Kenya Leonard

Answered

2022-07-16

Rate of change vs. average rate of change of a function

What is the difference between the both? I am trying to find a separate definitions for both in a textbook, but it only defines average rate of change.

I know that average rate of change is:

$\frac{change\phantom{\rule{1em}{0ex}}in\phantom{\rule{1em}{0ex}}y}{change\phantom{\rule{1em}{0ex}}in\phantom{\rule{1em}{0ex}}x}$

But what is just rate of change then?

What is the difference between the both? I am trying to find a separate definitions for both in a textbook, but it only defines average rate of change.

I know that average rate of change is:

$\frac{change\phantom{\rule{1em}{0ex}}in\phantom{\rule{1em}{0ex}}y}{change\phantom{\rule{1em}{0ex}}in\phantom{\rule{1em}{0ex}}x}$

But what is just rate of change then?

Answer & Explanation

Kendrick Jacobs

Expert

2022-07-17Added 16 answers

The average rate of change is defined over some finite interval $\mathrm{\Delta}x$ to be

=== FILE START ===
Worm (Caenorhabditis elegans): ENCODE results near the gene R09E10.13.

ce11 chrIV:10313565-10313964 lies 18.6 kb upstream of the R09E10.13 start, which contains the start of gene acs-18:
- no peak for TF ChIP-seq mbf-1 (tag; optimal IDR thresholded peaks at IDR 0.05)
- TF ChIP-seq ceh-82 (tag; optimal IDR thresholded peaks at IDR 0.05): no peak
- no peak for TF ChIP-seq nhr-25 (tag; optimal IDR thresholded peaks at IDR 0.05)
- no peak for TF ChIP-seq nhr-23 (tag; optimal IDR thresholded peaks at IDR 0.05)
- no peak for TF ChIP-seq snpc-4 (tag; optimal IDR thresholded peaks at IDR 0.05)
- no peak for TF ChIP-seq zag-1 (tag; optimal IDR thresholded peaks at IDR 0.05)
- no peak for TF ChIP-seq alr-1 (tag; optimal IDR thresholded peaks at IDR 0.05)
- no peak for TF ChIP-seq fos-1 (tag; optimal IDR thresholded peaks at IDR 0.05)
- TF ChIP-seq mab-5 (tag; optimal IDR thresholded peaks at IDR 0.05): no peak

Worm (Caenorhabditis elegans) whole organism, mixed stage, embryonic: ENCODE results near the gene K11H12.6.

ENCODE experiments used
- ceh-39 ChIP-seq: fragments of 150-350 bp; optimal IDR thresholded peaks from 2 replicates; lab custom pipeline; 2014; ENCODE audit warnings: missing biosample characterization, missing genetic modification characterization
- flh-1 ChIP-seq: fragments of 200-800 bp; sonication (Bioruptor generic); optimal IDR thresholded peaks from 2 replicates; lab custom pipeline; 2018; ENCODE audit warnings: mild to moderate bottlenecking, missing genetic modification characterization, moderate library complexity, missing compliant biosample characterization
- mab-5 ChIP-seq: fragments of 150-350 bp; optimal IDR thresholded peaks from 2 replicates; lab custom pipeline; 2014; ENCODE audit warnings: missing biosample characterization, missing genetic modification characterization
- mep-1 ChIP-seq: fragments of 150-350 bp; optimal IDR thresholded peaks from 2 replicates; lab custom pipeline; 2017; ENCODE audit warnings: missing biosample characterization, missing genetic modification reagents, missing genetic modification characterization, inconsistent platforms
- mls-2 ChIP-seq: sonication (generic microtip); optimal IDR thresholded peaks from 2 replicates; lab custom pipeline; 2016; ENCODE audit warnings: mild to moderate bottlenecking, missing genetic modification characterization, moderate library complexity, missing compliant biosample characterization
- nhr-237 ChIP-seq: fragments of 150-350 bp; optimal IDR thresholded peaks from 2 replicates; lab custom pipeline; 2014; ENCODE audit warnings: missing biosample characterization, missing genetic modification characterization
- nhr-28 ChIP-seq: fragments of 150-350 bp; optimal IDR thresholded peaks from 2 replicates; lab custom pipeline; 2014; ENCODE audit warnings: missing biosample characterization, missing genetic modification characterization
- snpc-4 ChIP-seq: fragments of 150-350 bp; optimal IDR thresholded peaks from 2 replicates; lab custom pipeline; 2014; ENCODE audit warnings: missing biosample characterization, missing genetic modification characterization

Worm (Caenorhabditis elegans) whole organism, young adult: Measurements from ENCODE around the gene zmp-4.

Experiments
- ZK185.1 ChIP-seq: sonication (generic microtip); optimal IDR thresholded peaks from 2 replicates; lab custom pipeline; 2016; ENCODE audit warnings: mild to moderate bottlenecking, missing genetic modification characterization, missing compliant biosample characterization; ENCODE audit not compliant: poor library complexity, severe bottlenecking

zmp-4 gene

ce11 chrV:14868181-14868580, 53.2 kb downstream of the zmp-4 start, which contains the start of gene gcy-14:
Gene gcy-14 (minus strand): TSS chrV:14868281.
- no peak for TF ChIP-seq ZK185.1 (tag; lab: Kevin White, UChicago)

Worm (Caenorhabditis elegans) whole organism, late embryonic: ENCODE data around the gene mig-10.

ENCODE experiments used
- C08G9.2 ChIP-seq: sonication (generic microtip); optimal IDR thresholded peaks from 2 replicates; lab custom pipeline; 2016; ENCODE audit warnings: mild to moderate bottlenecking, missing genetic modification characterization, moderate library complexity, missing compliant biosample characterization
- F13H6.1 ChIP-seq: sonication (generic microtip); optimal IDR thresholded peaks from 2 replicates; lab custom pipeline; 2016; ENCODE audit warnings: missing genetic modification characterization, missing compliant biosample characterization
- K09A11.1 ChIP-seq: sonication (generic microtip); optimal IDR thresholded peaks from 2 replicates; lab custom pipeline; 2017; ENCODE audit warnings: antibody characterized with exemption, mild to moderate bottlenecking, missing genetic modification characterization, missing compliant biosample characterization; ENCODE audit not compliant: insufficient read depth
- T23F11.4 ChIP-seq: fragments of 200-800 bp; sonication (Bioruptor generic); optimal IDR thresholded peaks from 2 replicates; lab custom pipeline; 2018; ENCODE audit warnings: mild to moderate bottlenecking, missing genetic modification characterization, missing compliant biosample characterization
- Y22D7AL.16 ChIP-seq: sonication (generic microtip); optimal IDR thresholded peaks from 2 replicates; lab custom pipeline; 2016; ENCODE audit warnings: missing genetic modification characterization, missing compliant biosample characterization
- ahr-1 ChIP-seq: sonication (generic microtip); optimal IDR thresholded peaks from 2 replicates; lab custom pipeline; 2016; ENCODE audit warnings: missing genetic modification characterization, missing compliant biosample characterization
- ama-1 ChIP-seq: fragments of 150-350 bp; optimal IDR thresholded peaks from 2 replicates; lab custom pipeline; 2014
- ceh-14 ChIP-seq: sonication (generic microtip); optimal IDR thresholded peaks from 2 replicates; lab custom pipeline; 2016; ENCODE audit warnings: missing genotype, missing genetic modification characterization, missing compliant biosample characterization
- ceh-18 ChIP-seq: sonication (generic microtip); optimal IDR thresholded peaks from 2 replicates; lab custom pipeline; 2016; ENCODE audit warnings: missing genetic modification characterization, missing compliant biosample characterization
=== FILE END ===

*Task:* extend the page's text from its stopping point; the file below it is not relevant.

$\frac{\mathrm{\Delta}y}{\mathrm{\Delta}x}$

The rate of change is the rate at which the function changes at one particular point and is found by taking the limit

$\underset{\mathrm{\Delta}x\to 0}{lim}\frac{\mathrm{\Delta}y}{\mathrm{\Delta}x}$

Note that in the case of a linear function, y=mx+c, the rate of change and the average rate of change are identical (they both equal m).

$\frac{\mathrm{\Delta}y}{\mathrm{\Delta}x}$

The rate of change is the rate at which the function changes at one particular point and is found by taking the limit

$\underset{\mathrm{\Delta}x\to 0}{lim}\frac{\mathrm{\Delta}y}{\mathrm{\Delta}x}$

Note that in the case of a linear function, y=mx+c, the rate of change and the average rate of change are identical (they both equal m).

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